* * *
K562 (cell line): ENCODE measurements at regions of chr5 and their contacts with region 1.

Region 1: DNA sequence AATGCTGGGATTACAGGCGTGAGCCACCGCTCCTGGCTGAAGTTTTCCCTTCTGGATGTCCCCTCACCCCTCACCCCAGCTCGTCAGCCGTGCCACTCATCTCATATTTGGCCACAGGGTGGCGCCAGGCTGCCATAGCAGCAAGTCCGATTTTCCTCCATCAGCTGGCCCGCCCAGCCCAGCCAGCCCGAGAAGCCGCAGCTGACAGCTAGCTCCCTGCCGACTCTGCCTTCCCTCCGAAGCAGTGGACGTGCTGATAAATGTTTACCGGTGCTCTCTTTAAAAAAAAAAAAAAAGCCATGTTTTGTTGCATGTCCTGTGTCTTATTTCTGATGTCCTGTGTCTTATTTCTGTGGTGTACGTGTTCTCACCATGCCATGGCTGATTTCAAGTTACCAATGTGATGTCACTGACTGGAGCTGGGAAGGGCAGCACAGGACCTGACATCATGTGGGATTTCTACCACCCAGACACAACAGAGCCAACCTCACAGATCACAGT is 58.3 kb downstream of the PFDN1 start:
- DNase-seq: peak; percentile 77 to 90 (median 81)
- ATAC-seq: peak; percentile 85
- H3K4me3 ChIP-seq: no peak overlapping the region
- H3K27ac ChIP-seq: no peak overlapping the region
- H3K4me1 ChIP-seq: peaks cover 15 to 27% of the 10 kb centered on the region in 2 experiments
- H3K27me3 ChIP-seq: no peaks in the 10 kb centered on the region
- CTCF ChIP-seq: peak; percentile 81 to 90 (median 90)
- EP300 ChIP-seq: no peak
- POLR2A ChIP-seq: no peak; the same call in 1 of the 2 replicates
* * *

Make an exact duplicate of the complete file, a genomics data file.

K562 (cell line): ENCODE measurements at regions of chr5 and their contacts with region 1.

Region 1: DNA sequence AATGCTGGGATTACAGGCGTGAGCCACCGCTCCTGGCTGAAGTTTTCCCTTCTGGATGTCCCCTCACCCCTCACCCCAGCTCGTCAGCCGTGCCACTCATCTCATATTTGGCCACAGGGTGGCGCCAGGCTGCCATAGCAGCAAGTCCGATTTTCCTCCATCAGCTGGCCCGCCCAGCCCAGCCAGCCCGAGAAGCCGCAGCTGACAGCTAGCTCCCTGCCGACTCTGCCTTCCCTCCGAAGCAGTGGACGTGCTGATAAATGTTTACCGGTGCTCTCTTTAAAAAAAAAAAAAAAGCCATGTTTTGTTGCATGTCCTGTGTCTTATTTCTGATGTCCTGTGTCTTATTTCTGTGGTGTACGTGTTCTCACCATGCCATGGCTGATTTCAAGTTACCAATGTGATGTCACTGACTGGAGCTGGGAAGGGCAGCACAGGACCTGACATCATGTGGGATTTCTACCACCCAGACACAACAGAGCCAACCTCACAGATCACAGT is 58.3 kb downstream of the PFDN1 start:
- DNase-seq: peak; percentile 77 to 90 (median 81)
- ATAC-seq: peak; percentile 85
- H3K4me3 ChIP-seq: no peak overlapping the region
- H3K27ac ChIP-seq: no peak overlapping the region
- H3K4me1 ChIP-seq: peaks cover 15 to 27% of the 10 kb centered on the region in 2 experiments
- H3K27me3 ChIP-seq: no peaks in the 10 kb centered on the region
- CTCF ChIP-seq: peak; percentile 81 to 90 (median 90)
- EP300 ChIP-seq: no peak
- POLR2A ChIP-seq: no peak; the same call in 1 of the 2 replicates